The reduction of import tariffs on pork has been bringing down prices of the commodity since the middle of last month, which is hoped to tame inflation moving forward, the Department of Finance (DOF) said .
“Imports should be able to address the shortfall in domestic supply and help ease meat price inflation. According to the Philippine Statistics Authority’s (PSA) survey, the price of pork (with bones) in most regions modestly declined in the second half of May,” Finance Undersecretary and chief economist Gil Beltran said in an economic bulletin.
However, Beltran said the lingering impact of the African swine flu crisis would continue to pressure prices as the domestic industry’s production remained affected.
Preliminary PSA data showed that hog ending inventory declined by 22.6 percent in the first quarter of 2021, Beltran noted.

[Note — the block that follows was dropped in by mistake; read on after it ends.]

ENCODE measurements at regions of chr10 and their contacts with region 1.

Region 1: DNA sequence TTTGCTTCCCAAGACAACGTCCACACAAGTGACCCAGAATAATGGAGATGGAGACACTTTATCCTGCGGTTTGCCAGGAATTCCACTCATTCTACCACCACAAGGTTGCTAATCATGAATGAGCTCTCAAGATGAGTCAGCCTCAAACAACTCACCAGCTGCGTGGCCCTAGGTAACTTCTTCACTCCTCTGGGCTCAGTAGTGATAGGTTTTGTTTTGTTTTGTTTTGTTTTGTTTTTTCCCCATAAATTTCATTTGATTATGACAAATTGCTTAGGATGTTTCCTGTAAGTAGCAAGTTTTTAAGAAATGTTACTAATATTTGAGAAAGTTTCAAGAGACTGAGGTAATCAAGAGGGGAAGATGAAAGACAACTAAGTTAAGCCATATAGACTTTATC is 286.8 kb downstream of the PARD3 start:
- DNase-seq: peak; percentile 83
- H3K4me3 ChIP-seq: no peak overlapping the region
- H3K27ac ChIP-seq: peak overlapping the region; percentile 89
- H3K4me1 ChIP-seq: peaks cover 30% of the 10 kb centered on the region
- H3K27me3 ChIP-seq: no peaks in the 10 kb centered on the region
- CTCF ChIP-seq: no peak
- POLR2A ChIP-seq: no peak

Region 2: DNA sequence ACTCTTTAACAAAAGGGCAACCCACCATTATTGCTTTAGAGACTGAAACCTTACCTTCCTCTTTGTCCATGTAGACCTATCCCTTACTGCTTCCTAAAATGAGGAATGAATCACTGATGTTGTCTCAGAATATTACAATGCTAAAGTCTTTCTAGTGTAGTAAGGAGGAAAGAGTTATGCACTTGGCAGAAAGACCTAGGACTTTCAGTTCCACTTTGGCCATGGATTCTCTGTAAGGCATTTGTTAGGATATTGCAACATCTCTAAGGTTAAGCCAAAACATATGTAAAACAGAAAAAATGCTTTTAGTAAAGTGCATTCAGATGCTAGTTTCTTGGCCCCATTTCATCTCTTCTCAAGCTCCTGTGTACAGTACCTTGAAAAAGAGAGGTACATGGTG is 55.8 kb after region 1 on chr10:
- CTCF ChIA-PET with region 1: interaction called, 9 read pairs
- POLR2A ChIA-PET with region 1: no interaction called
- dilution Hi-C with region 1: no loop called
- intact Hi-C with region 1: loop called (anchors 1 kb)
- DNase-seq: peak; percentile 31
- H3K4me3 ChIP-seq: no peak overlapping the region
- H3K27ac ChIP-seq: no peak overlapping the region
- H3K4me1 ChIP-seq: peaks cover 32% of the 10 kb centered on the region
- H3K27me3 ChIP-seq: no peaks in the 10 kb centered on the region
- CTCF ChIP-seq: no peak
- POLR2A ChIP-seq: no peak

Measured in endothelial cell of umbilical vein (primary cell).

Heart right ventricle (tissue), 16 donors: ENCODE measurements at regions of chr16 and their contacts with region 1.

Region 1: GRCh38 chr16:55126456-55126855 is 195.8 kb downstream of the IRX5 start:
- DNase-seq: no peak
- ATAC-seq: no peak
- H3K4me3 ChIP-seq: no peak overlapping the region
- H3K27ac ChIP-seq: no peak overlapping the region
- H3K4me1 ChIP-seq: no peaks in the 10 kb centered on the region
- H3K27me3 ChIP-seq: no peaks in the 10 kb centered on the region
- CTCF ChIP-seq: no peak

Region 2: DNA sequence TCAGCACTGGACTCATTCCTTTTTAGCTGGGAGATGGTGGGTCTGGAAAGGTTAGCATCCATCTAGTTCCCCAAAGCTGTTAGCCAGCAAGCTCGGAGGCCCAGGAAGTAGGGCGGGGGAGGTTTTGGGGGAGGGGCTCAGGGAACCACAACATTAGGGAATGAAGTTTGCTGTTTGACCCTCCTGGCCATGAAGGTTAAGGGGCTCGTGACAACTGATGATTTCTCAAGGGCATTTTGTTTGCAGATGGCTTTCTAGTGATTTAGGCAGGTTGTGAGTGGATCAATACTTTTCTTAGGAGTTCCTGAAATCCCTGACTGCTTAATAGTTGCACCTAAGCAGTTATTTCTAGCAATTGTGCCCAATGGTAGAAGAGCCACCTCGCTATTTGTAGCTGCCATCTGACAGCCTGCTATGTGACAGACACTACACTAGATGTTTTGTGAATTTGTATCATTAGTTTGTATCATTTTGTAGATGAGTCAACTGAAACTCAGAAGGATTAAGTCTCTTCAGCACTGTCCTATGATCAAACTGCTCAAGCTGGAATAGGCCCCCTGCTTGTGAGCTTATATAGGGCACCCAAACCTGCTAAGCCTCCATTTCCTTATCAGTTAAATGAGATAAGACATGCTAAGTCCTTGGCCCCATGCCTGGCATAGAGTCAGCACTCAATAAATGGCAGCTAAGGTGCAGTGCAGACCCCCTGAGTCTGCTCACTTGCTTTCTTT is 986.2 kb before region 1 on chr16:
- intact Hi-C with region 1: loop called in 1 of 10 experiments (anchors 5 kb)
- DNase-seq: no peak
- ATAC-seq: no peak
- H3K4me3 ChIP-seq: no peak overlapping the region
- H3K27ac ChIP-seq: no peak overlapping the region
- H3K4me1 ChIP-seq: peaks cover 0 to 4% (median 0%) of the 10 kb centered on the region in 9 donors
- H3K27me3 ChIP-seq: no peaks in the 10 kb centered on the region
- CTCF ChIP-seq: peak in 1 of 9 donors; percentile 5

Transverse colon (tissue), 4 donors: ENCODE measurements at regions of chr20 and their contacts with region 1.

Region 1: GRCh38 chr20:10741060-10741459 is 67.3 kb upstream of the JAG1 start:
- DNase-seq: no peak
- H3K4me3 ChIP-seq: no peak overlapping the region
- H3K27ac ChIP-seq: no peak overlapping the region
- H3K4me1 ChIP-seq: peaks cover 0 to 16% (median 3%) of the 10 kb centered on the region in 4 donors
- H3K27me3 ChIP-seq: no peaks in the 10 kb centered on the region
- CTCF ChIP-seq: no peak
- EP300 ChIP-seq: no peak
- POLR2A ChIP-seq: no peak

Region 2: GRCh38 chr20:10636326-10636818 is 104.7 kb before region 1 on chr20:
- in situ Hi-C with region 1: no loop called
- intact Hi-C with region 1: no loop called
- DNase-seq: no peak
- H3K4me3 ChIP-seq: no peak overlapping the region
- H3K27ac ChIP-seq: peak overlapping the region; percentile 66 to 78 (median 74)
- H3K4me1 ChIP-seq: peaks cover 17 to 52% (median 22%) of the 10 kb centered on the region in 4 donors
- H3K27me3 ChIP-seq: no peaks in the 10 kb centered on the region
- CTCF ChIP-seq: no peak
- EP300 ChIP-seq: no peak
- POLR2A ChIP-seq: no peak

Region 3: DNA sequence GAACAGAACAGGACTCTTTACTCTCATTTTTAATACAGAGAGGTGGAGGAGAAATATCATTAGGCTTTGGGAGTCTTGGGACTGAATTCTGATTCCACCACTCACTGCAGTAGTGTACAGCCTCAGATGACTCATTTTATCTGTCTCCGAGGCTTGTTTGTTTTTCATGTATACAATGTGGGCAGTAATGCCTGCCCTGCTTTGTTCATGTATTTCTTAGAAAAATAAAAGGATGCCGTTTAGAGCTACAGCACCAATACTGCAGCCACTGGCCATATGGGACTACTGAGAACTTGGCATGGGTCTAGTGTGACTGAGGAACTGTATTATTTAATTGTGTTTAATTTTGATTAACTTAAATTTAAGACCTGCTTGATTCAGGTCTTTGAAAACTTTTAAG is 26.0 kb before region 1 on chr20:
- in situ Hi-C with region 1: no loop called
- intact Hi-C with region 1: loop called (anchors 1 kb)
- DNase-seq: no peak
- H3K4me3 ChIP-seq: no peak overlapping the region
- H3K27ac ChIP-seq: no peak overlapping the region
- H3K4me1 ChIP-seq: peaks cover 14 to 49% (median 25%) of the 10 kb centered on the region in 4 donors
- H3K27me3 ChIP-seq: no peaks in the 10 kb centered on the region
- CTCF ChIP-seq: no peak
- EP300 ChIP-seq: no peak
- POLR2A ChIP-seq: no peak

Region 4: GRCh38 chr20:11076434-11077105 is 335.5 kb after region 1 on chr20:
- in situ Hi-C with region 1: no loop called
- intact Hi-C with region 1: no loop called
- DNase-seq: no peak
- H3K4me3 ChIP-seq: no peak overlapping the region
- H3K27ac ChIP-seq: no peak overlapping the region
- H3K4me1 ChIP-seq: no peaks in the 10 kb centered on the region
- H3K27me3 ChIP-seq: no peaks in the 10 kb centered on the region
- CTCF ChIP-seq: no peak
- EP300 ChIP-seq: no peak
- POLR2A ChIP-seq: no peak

As such, Beltran said hog repopulation would be the medium- to long-term measure to address the supply-side issue.
Meat inflation, especially of pork, drove headline inflation above the government’s 2-4 percent target band, which was deemed as a manageable rate of increase in prices in basic commodities.
As of end-May, the inflation rate averaged 4.4 percent year-on-year.
In a June 9 report, the Washington-based Institute of International Finance (IIF) said that “in Asean, we expect accommodative monetary policies to remain in place as inflationary pressures are moderate—except in the Philippines,” where “inflation has come in higher than the BSP’s (Bangko Sentral ng Pilipinas) target range for several months due to supply shocks.”
“However, as Governor (Benjamin) Diokno [had] emphasized, the BSP is likely to look through these transitory shocks to inflation. Inflation has already begun to decelerate in recent months, and we believe it to further moderate in the second half of the year,” IIF deputy chief economist Elina Ribakova and economist Benjamin Hilgenstock said.
The BSP expects inflation to end 2021 at 3.9 percent. —BEN O. DE VERA INQ
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